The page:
My friends and I were camping by the river and had settled in for the night. We had also taken a small dose of LSD. After some time of taking turns tending the fire, I began to notice a strange phenomenon. I could tell exactly how the fire needed to be tended for the best possible efficiency. I also noticed that my friends were not aware of this and were only able to approach the problem through associations, past experience, etc. For me, the fire's needs were obvious, in the moment, and simple. No theoretical pattern or form learned from the past or an outside source was necessary. While my friends struggled to find the right placement of the logs, different geometric patterns of sticks and twigs, and tricks they had heard from old timers, I knew what needed to be done and simply watched myself doing it. At the time I wrote it off as a product of the drug and an over-active imagination.
Some twenty years later, after a renewed interest in the workings of the mind, I again noticed this phenomenon. I came to see that there were two different wills, or attentions, at work. One of them was the normal, everyday attention or will. This part could only act through an associative process, or trial and error, and could only draw on information in the personal memory. It was also liable to any manifestations of the ego that might be present at the time. This will, as 'me,' would try to force the issue at hand, and thereby burn energy through emotion. If circumstances went against it, it would become angry or despondent. If things went its way, it would take credit. It had no direct connection with the task at hand.
The other attention or will was not personal, had no concern for the ego, and was directly connected to the present. In a way, it had no individuality at all but was simply the observing of the fire, and the remembering of the aim at hand: the best efficient burn or flowing of events. Things could follow their natural pattern, with no interference or wasting of emotional energy. There was no fear of things not conforming to its desire, and no pride if things did.
I've since come across a quote attributed the Roman emperor Hadrian, that he had found freedom though a strenuous practice of aligning his will to that of destiny. This 'unaligned' will, or egoic desire, can be seen to be a no-win situation. Since it has no direct link to the moment's events but is only connected through individual memory or association, it is always playing a game of catch-up, trying to judge events and itself after the fact. The 'freedom' Hadrian speaks of is not egoic and does not come from doing what one wants, of having infinite choice, but rather from aligning oneself with the Divine Will, in which there are no 'choices.'
The connection with this Divine Will is made in silence, hence the name "listening attention." It involves a surrender of one's personal desire, a letting go, which opens to the discovery of what some call a 'higher power.' Goethe remarked that happiness is not in doing what you like, but in liking what you do. This acceptance of an inner guidance does not come easy, but in it a great peace is found.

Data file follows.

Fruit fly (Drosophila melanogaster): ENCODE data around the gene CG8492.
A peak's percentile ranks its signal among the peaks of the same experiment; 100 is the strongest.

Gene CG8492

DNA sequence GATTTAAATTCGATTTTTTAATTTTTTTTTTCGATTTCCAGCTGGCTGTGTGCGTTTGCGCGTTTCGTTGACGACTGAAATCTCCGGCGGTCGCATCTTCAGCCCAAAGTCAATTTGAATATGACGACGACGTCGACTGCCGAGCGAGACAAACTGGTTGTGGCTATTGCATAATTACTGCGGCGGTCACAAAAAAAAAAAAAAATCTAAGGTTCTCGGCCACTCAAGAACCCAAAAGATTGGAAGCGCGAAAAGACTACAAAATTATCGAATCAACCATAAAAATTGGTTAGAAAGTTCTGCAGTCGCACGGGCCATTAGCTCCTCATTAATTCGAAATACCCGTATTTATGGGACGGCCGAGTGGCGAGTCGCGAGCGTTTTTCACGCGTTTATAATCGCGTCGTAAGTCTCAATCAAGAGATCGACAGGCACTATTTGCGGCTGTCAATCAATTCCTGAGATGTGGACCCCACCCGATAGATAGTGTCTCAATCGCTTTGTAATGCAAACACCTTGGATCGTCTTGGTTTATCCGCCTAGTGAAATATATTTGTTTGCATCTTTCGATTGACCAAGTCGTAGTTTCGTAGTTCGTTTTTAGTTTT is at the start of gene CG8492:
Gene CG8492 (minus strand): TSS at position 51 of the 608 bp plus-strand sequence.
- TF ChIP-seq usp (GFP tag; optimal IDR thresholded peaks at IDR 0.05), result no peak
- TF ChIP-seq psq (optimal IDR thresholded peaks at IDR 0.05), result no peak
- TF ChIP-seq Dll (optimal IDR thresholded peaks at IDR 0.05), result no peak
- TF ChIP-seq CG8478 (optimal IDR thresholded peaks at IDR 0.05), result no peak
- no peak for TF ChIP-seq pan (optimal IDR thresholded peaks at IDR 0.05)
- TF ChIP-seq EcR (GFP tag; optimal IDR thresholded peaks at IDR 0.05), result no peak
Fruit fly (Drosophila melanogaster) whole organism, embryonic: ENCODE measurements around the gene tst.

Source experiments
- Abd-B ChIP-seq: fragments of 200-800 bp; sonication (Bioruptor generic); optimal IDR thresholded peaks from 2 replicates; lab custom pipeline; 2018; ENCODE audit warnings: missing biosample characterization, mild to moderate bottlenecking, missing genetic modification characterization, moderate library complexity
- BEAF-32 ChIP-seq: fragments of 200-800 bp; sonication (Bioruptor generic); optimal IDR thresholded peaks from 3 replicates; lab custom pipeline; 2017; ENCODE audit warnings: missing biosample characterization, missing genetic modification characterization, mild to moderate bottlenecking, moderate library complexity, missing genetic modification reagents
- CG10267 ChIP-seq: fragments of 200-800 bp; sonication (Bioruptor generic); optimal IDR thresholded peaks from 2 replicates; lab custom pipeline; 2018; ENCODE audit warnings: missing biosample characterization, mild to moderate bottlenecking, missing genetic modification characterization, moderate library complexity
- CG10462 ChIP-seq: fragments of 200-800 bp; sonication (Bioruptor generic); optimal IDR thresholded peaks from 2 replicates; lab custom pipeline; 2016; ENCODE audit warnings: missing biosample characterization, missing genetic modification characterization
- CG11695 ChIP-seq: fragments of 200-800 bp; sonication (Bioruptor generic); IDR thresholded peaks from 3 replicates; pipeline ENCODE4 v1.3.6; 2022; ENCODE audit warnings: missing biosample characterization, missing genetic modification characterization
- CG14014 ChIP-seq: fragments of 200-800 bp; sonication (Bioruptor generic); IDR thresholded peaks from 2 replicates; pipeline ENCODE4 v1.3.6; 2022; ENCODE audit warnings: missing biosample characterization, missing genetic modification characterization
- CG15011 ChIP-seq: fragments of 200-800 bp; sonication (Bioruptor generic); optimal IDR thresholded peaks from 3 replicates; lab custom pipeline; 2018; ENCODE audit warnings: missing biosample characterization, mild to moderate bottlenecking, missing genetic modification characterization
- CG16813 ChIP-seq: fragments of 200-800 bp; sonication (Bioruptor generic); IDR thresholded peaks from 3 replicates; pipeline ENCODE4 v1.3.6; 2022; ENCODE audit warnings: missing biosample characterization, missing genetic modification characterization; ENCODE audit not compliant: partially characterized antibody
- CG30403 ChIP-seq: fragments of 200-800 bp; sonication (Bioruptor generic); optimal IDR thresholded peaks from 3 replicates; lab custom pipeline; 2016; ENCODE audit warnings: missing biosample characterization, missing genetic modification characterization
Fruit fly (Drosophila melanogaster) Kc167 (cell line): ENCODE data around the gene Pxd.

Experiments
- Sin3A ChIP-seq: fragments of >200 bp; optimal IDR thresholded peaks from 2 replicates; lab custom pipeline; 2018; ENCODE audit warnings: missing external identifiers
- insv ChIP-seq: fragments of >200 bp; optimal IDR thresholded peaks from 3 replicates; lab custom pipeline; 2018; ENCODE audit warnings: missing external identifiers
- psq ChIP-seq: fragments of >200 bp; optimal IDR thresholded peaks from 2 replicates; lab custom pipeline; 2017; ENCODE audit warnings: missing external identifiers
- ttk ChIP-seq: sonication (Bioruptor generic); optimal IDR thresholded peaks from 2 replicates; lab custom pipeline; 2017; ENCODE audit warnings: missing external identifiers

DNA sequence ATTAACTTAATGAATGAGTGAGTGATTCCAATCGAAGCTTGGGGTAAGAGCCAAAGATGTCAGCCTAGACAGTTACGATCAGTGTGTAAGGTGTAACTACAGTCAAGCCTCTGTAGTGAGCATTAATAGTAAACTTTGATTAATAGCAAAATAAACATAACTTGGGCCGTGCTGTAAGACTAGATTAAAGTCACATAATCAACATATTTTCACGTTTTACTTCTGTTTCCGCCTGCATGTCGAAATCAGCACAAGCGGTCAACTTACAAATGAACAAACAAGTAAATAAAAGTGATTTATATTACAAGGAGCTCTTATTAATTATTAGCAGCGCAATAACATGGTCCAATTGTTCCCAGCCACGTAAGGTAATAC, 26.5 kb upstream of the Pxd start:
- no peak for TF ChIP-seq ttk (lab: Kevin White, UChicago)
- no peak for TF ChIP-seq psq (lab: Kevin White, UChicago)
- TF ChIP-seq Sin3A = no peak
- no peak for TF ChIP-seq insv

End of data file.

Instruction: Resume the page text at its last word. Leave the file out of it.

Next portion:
I remember a story of a modern day Zen teacher and several of his students. The students were attempting to dig a ditch, going about it in the usual way. Soon the teacher was the only one in the ditch, while the perplexed students stood by. The ditch was actually digging itself, leaving the students with a koan of no-mind that hasn't been forgotten by them.
With the discovery of this Divine will, we can also find a door to insight and answers. The purpose of this is surely not just to enable the better burning of campfires or the digging of ditches, or even to the saving of our precious vitality, but to show us an end as well as means. For through this surrender, we can find the path to a higher order of thinking. The way to insight and wisdom lies through this door, and possibly an understanding of who we really are.
In trying to duplicate this experience, find an activity you're used to, that is already a mechanical habit. Walking, driving, and other easy movements can give one the feel. Ouspensky's classic illustration of running down a flight of stairs can show how things do happen without our personal involvement. With practice, this quiet freedom can be seen to permeate everything. The only thing that need be remembered is our aim, to find the voice of silence of that which IS. To those who are still in the spell of mundane life and whose ambition rules the day, this will seem foolish. But to those who believe there is something more real than the smoke of pride and worldly ambition, the trip through the fire of self-surrender will be worth any burning.
~ From the Mystic Missal.
Some say the world will end in fire,
Thank you for another stimulating edition! I shall be happy to finish reading Mr. Rose's remarks on "The Path." ~ John Wienholt
These are great! Keep them coming. I have sifted through many "paths" in an attempt to get it all boiled down to the essence. I find the Richard Rose material sort of cuts through all the crap and nails it right between its teensy weensy beady, yet neurotically voluptuous, eyes. ~ Donna Overall